Etex’s Approach to Cash Centralisation
by John Holmes, Group Treasurer, Etex Group SA
Corporations typically adopt quite different approaches to cash management according to their business activities and the culture of the organisation. Over the past 15 years, Etex has engaged in a considerable number of mergers and acquisitions, resulting in a decentralised, ‘multi-domestic’ business; i.e., although the group operates in many countries, most subsidiaries are active in one country rather than conducting significant cross-border business. The traditions and business culture in each country can be quite different, so there have been advantages to adopting a local cash management approach.
Our overall objective was to reduce the amount of cash management at a local level, including limiting local borrowings and investments.
Like many organisations, we recognised the benefits of centralising cash management into group treasury. In particular, we had substantial debt resulting from acquisitions which we wanted to pay down quickly, so we had to be able to access cash easily from across the group. The need for cash also meant that we had to reverse the arrangement whereby business units effectively decided how much cash they would pay to headquarters in the form of dividends or loans; instead, we wanted to upstream as much cash as possible in order to have cash available for fulfilling our obligations at group level.
An approach to cash centralisation
With a long history of decentralised business management, we needed to adopt a ‘soft’ approach to engaging with local finance teams to achieve greater cash centralisation and to ensure co-operation. However, as Etex’s revenues are closely aligned with economic cycles, the financial crisis was a major catalyst for transforming our cash management activities. Our overall objective was to reduce the amount of cash managed at a local level, including limiting local borrowings and investments. To achieve this, and limit any negative impact on our subsidiaries (including avoiding breach of downstream debt covenants) we needed to provide them with the assurance of a group policy confirming that they would be supported financially by the group for financing approved business plans.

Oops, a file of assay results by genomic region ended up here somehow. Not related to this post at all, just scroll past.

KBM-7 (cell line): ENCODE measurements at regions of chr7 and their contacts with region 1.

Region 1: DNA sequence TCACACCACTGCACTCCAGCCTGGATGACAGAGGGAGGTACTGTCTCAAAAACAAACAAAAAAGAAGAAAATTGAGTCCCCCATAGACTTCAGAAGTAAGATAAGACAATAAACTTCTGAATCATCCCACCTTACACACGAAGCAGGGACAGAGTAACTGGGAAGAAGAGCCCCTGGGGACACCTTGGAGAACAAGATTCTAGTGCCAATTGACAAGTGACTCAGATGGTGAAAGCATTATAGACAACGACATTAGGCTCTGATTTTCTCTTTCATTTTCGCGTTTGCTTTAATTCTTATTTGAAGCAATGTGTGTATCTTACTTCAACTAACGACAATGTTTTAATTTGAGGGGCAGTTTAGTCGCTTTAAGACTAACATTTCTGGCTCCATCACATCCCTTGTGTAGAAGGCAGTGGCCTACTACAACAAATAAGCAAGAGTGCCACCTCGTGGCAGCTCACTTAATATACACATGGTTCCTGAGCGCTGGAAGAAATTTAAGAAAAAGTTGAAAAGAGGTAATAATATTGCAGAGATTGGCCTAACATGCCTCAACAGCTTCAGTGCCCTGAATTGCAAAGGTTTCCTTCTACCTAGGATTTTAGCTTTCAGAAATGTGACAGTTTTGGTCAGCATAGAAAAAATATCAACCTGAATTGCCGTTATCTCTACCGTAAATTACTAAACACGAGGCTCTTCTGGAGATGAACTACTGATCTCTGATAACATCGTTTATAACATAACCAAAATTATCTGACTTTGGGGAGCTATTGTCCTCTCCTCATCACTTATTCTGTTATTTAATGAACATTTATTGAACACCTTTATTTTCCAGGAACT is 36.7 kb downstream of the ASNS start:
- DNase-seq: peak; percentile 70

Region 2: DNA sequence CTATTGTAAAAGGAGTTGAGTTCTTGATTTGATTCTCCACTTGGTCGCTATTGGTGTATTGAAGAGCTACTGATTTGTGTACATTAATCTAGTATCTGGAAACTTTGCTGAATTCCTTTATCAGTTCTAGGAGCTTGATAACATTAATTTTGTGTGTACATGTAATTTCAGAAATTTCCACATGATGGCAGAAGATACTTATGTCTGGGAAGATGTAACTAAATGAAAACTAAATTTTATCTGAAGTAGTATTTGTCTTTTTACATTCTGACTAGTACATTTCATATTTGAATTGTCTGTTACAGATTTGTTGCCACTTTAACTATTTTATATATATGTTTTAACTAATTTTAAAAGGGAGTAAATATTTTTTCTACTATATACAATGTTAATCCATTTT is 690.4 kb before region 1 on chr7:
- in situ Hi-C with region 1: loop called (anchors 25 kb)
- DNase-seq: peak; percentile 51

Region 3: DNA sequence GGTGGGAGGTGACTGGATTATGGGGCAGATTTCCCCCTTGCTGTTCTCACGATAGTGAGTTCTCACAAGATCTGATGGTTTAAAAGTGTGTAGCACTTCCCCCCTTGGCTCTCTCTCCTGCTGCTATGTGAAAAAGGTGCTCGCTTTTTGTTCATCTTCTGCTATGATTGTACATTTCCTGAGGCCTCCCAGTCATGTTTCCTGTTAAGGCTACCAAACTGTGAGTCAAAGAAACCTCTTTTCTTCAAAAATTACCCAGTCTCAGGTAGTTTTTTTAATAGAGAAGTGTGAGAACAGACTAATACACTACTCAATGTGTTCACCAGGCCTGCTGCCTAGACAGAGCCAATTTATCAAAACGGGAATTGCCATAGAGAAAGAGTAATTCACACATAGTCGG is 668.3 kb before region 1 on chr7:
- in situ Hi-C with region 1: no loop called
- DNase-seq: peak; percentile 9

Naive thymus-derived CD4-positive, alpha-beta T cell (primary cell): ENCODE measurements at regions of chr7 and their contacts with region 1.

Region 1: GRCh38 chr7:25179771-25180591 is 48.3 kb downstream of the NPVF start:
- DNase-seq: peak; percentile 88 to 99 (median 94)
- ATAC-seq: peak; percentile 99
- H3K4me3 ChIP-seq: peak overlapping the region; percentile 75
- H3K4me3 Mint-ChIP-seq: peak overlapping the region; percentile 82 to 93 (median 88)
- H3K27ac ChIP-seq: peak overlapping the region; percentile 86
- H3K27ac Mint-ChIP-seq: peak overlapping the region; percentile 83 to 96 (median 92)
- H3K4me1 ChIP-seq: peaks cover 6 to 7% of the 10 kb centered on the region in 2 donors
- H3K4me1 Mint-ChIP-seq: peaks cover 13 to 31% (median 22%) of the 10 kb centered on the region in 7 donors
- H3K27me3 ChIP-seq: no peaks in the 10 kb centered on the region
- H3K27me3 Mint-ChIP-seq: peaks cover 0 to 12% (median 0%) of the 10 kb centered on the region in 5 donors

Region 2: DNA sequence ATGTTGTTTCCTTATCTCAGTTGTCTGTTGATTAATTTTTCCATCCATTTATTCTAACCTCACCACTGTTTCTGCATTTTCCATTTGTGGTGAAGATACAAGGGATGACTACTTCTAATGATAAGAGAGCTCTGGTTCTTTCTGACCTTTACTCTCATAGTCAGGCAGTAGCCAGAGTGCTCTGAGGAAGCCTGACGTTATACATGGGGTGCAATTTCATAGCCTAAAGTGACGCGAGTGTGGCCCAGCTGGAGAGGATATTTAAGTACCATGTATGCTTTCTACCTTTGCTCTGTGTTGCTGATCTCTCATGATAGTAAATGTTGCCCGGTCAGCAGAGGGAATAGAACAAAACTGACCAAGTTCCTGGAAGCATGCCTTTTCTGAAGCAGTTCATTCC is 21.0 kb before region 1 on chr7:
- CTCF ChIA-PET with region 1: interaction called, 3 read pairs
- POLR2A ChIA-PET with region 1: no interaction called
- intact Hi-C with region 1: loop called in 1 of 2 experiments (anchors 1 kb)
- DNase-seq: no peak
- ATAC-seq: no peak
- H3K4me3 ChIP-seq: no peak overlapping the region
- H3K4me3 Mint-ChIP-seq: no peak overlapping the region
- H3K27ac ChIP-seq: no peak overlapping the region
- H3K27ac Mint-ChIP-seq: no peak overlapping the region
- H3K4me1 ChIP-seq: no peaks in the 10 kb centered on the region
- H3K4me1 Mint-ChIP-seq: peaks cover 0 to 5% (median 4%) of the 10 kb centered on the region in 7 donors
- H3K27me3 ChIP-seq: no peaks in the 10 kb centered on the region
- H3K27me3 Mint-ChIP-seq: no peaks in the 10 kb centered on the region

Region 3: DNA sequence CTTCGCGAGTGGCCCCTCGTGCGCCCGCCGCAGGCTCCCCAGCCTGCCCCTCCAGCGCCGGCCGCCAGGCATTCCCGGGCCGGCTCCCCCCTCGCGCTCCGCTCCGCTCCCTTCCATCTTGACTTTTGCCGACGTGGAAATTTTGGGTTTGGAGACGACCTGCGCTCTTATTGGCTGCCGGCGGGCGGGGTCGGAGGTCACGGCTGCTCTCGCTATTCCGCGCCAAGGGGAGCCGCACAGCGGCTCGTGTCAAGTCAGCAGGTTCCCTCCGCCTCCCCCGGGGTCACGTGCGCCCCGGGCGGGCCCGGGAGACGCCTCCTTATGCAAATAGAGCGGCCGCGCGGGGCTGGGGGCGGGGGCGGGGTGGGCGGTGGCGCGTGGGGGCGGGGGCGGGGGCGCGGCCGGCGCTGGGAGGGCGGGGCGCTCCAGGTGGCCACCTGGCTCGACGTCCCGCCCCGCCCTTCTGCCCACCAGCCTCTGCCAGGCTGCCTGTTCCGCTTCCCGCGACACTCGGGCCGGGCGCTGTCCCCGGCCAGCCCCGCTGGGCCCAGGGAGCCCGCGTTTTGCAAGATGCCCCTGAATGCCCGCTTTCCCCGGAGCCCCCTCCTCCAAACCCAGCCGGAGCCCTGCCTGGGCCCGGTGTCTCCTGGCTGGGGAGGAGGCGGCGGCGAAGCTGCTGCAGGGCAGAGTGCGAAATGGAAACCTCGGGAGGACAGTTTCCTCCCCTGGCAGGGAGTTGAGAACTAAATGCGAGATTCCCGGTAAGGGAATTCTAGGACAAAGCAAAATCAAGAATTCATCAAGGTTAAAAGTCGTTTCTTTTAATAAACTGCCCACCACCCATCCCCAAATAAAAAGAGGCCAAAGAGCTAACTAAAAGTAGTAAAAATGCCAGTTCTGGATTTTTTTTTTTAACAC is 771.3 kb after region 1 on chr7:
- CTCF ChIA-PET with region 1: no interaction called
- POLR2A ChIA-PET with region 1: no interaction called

We also needed to be sensitive to the need for certain exceptions to cash centralisation, such as in the case of local pooling restrictions (e.g., Chile and Peru), taxation (e.g., Austria, Poland, Portugal) or FX controls (e.g., Nigeria), or if business units were able to source funding more cheaply from local banks than we could at group level from international banks. For example, in France, our subsidiary company was able to source funding under attractive borrowing conditions from their local bank, encouraged by the French government which is actively promoting corporate lending. In South America, the local finance team has developed significant expertise in managing cash in the region, which we could not expect to replicate at a group level. In these situations, we needed to establish whether the cost of centralisation outweighed the benefits of doing so.